In their interesting collection of Unique Wines, Bodegas Bilbaínas also has white wines from varieties that are native to La Rioja that currently have only a small presence in the D.O.Ca vineyard, but which are gradually recovering because they show great potential for ageing and are of very high quality. Both the 2017 Viña Pomal Maturana Blanca and the 2019 Viña Pomal Garnacha Blanca, have a quality that makes them pair well with meat dishes.


If you are looking for white wines to go with recipes that involve poultry, such as turkey, poularde, capon, etc., the selection at 15 Bodegas also has some interesting alternatives which come from different origins. The complexity of poultry dishes that are prepared with strong flavours, some of which are stuffed with nuts and sun-dried fruits, demands wines with a rich, intense aroma, with a good structure and persistence, and which have been matured in a bottle. These are qualities that, without a doubt, the Hungarian 2018 Oremus Mandolás meets: a dry white wine from a region that is famous for its late harvest sweet wines (Tokaji). If you want to bring a bottle from an exotic origin (without running any risks on quality, since the Oremus winery belongs to the Spanish group Tempos Vega Sicilia), you can surprise the rest of your fellow diners with this one.


Another white wine of note which, because of its complexity, structure and volume, goes well with poultry dishes and white meat casseroles, is the 2017 White Abadia de Poblet. It combines the Macabeo and Parellada varieties, grown using ancient methods and non-interventionist techniques that try to recover the original essence of the wine-growing soil in Conca de Barberà.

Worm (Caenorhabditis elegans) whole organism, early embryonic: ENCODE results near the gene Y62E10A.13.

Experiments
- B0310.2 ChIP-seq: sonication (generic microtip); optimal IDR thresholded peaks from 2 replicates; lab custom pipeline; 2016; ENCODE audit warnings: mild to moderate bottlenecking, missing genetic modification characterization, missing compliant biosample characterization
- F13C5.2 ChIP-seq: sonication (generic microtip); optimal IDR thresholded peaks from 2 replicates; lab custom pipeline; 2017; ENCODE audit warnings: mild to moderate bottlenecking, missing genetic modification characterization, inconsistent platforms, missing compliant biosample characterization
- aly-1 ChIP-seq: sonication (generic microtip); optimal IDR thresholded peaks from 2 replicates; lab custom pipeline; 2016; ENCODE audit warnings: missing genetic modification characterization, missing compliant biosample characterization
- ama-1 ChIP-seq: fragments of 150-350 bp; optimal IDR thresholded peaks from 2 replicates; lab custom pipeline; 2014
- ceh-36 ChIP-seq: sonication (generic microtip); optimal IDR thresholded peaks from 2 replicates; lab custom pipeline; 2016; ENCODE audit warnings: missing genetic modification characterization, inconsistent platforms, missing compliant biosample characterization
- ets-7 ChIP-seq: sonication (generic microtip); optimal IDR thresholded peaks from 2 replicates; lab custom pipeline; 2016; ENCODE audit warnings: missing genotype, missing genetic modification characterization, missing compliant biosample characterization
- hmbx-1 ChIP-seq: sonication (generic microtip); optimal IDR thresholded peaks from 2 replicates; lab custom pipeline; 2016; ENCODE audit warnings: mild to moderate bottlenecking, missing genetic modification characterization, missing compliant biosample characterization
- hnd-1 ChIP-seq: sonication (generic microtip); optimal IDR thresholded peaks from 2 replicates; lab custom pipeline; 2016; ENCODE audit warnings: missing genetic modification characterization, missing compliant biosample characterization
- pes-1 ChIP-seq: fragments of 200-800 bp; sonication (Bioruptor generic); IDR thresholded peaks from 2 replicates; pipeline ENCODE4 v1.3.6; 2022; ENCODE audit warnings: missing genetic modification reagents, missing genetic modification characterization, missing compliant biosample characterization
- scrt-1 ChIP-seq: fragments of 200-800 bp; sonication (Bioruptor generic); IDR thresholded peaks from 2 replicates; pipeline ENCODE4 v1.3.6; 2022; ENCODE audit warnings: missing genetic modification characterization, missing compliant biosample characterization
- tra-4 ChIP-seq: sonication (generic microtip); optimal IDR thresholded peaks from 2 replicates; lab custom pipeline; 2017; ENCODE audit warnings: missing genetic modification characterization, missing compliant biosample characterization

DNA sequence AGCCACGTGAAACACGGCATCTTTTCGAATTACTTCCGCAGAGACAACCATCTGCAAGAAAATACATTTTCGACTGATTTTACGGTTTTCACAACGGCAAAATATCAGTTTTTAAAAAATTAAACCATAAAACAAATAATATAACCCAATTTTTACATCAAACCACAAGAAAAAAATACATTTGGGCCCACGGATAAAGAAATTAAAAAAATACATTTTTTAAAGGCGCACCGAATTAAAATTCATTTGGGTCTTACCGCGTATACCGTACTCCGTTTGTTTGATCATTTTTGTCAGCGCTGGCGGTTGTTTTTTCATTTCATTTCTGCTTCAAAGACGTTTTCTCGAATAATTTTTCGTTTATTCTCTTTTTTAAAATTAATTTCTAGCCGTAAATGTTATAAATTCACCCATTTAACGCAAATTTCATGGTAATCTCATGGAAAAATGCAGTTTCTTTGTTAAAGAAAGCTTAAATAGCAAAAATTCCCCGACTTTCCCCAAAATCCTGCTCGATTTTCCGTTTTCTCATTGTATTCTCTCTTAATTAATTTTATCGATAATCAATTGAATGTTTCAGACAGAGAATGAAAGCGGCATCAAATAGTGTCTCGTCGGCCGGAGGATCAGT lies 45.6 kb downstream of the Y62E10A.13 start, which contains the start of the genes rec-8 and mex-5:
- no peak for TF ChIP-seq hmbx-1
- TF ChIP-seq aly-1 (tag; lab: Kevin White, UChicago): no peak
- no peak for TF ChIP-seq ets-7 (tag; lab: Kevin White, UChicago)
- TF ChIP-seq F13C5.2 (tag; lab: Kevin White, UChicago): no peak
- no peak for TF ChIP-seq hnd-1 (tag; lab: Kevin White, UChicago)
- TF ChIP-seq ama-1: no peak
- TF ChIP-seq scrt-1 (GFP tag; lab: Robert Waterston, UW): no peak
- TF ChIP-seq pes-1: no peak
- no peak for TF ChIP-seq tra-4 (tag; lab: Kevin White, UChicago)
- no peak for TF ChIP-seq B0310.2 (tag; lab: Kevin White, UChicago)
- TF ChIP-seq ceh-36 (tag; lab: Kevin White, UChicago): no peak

If it’s poultry dishes you are catering for, then don’t forget the old white Garnacha wines from Mediterranean regions, such as the 2018 Santbru Blanc, from the Montsant D.O. It has the richness of vines planted more than 60 years ago in this area and has matured in 500 litre French oak barrels that accentuate its nobility and velvety texture, without losing the freshness of the fruit. It is the perfect white wine to contrast creamy sauces that often accompany poultry in many recipes.


Red wines with oily fish: best to be fresh and light

Just as there are white wines that pair perfectly with meat dishes, there are also red wines that are ideal for going with fish fishes. For seafood, it is best to look amongst wines that are fresher in terms of their year, character, origin or variety.